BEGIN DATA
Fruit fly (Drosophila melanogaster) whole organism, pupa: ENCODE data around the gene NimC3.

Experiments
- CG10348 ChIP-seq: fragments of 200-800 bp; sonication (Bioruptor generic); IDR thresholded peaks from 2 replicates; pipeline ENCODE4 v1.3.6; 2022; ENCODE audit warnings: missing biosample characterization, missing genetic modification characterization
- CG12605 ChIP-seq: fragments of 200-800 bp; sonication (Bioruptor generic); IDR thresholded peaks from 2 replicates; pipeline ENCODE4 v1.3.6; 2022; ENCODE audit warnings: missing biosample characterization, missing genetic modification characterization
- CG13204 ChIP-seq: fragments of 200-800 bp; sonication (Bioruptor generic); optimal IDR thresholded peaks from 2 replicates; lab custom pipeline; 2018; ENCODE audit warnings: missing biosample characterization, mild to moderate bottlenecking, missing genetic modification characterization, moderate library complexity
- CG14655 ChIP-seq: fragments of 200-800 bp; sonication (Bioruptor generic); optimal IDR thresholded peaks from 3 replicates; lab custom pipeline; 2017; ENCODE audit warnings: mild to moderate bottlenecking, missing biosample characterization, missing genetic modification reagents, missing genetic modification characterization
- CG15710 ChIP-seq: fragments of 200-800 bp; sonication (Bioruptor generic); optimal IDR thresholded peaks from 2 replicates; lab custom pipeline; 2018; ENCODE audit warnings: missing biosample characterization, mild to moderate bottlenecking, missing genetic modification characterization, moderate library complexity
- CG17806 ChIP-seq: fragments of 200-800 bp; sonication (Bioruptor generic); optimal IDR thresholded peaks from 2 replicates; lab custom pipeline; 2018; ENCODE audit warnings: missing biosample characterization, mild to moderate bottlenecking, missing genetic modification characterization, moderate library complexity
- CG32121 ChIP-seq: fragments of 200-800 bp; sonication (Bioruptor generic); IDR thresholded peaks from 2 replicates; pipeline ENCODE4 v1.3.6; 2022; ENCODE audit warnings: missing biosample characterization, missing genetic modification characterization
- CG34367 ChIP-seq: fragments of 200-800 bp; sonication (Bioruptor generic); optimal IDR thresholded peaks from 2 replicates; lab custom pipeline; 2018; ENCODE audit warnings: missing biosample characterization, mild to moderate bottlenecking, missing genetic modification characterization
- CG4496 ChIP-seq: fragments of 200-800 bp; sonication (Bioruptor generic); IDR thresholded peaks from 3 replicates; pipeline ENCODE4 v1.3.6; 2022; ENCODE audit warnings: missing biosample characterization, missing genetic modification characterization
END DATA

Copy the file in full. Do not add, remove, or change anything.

Fruit fly (Drosophila melanogaster) whole organism, pupa: ENCODE data around the gene NimC3.

Experiments
- CG10348 ChIP-seq: fragments of 200-800 bp; sonication (Bioruptor generic); IDR thresholded peaks from 2 replicates; pipeline ENCODE4 v1.3.6; 2022; ENCODE audit warnings: missing biosample characterization, missing genetic modification characterization
- CG12605 ChIP-seq: fragments of 200-800 bp; sonication (Bioruptor generic); IDR thresholded peaks from 2 replicates; pipeline ENCODE4 v1.3.6; 2022; ENCODE audit warnings: missing biosample characterization, missing genetic modification characterization
- CG13204 ChIP-seq: fragments of 200-800 bp; sonication (Bioruptor generic); optimal IDR thresholded peaks from 2 replicates; lab custom pipeline; 2018; ENCODE audit warnings: missing biosample characterization, mild to moderate bottlenecking, missing genetic modification characterization, moderate library complexity
- CG14655 ChIP-seq: fragments of 200-800 bp; sonication (Bioruptor generic); optimal IDR thresholded peaks from 3 replicates; lab custom pipeline; 2017; ENCODE audit warnings: mild to moderate bottlenecking, missing biosample characterization, missing genetic modification reagents, missing genetic modification characterization
- CG15710 ChIP-seq: fragments of 200-800 bp; sonication (Bioruptor generic); optimal IDR thresholded peaks from 2 replicates; lab custom pipeline; 2018; ENCODE audit warnings: missing biosample characterization, mild to moderate bottlenecking, missing genetic modification characterization, moderate library complexity
- CG17806 ChIP-seq: fragments of 200-800 bp; sonication (Bioruptor generic); optimal IDR thresholded peaks from 2 replicates; lab custom pipeline; 2018; ENCODE audit warnings: missing biosample characterization, mild to moderate bottlenecking, missing genetic modification characterization, moderate library complexity
- CG32121 ChIP-seq: fragments of 200-800 bp; sonication (Bioruptor generic); IDR thresholded peaks from 2 replicates; pipeline ENCODE4 v1.3.6; 2022; ENCODE audit warnings: missing biosample characterization, missing genetic modification characterization
- CG34367 ChIP-seq: fragments of 200-800 bp; sonication (Bioruptor generic); optimal IDR thresholded peaks from 2 replicates; lab custom pipeline; 2018; ENCODE audit warnings: missing biosample characterization, mild to moderate bottlenecking, missing genetic modification characterization
- CG4496 ChIP-seq: fragments of 200-800 bp; sonication (Bioruptor generic); IDR thresholded peaks from 3 replicates; pipeline ENCODE4 v1.3.6; 2022; ENCODE audit warnings: missing biosample characterization, missing genetic modification characterization